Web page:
On 25 January, as Egyptians marked the third anniversary of the start of the anti-Mubarak revolt, the group claimed it downed a military helicopter in Sinai with a missile, killing five soldiers.

"The level of sophistication is beyond what observers thought they were capable of," Barnett said of the group's ability to stage assaults outside the Sinai.

"The attacks suggest there are well experienced fighters in the group. Some of them have significant experience in fighting."

Sinai-based researcher Ismail Alexandrani said Ansar Beit al-Maqdis had procured weapons from Libya and Sudan after the fall of Mubarak.

"We can also say that some jihadists who previously fought in Afghanistan, Syria and Bosnia have joined the group," he added.

Ansar Beit al-Maqdis believes in gaining power through violence, analysts believe.

"The overthrow of Morsi's government is a prime vindication for their argument that the way to success is through violence and not through democratic process," said Barnett.

The Muslim Brotherhood says that it renounced violence decades ago.

Morsi's overthrow has polarised Egypt, with Amnesty International saying that 1 400 people have been killed in political violence since last July.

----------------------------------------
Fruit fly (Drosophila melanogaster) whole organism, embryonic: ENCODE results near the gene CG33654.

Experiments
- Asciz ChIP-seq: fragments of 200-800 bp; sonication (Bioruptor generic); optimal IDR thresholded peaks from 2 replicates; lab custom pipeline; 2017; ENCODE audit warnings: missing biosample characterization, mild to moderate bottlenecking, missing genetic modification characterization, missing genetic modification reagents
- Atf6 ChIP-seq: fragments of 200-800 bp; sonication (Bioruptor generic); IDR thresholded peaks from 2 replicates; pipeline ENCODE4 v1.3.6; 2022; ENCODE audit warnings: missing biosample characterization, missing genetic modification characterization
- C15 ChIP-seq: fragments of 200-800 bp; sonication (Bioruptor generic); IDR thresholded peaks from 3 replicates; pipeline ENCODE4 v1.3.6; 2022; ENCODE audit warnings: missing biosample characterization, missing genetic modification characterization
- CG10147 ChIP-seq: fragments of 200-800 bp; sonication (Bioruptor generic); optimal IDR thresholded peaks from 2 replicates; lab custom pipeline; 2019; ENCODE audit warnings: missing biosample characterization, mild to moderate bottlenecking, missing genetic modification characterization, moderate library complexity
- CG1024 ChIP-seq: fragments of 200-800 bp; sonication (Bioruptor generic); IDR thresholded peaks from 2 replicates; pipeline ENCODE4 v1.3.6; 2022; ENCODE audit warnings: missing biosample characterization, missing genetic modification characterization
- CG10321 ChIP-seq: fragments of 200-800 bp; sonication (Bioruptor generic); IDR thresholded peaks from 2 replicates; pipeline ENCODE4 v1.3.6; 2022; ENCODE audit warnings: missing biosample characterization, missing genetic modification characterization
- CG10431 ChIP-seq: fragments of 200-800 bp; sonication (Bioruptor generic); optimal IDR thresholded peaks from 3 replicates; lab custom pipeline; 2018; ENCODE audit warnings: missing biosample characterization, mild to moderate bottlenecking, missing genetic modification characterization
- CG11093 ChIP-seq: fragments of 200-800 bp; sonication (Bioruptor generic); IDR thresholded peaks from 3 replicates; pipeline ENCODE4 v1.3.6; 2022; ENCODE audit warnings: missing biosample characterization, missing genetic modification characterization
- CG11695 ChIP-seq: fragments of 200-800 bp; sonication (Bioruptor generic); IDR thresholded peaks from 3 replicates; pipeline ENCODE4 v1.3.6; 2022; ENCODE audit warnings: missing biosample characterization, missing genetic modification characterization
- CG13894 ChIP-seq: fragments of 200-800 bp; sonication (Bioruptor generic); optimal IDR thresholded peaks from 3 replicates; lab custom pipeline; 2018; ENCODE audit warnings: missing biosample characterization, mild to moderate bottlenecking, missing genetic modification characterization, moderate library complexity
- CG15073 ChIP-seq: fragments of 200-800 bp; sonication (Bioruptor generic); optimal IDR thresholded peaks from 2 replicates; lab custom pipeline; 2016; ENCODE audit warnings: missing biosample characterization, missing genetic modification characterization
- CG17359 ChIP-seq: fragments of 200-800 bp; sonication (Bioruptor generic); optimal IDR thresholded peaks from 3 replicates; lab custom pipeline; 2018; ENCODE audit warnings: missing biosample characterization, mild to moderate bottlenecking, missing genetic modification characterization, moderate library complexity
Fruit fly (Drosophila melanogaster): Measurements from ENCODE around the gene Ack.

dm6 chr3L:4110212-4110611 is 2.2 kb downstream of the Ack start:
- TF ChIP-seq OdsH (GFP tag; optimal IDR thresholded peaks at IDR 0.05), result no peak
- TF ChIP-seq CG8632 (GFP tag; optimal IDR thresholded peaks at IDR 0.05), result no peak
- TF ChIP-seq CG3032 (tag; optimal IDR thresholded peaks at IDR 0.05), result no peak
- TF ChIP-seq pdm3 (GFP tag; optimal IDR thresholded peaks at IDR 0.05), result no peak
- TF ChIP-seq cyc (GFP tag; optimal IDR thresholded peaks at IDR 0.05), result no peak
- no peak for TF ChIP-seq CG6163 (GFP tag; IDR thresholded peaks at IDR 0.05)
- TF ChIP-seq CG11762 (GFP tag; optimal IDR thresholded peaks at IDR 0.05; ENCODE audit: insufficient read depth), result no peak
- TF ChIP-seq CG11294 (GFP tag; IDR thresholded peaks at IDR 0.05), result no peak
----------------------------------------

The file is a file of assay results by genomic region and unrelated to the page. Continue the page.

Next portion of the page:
The deputy interior minister, Shafiq Saeed, said the authorities "have arrested members from the group who have confessed that [Ansar Beit al-Maqdis] belongs to the Muslim Brotherhood", and denied that jihadist attacks had risen.

"The government is so entrenched in the battle against the Brotherhood that they appear to be losing sight of the actual battle around them," said Barnett.

"The reality is that there is real danger from the jihadist group [Ansar] capable of carrying out attacks."

Read more on:    egypt  |  north africa  |  egypt crisis

Join the conversation!

24.com encourages commentary submitted via MyNews24. Contributions of 200 words or more will be considered for publication.

We reserve editorial discretion to decide what will be published.
Read our comments policy for guidelines on contributions.

24.com publishes all comments posted on articles provided that they adhere to our Comments Policy. Should you wish to report a comment for editorial review, please do so by clicking the 'Report Comment' button to the right of each comment.

Comment on this story
1 comment
Comments have been closed for this article.

Inside News24

Traffic Alerts
There are new stories on the homepage. Click here to see them.


Create Profile

Creating your profile will enable you to submit photos and stories to get published on News24.

Please provide a username for your profile page:

This username must be unique, cannot be edited and will be used in the URL to your profile page across the entire 24.com network.


Location Settings

News24 allows you to edit the display of certain components based on a location. If you wish to personalise the page based on your preferences, please select a location for each component and click "Submit" in order for the changes to take affect.

Facebook Sign-In

Hi News addict,

Join the News24 Community to be involved in breaking the news.

Log in with Facebook to comment and personalise news, weather and listings.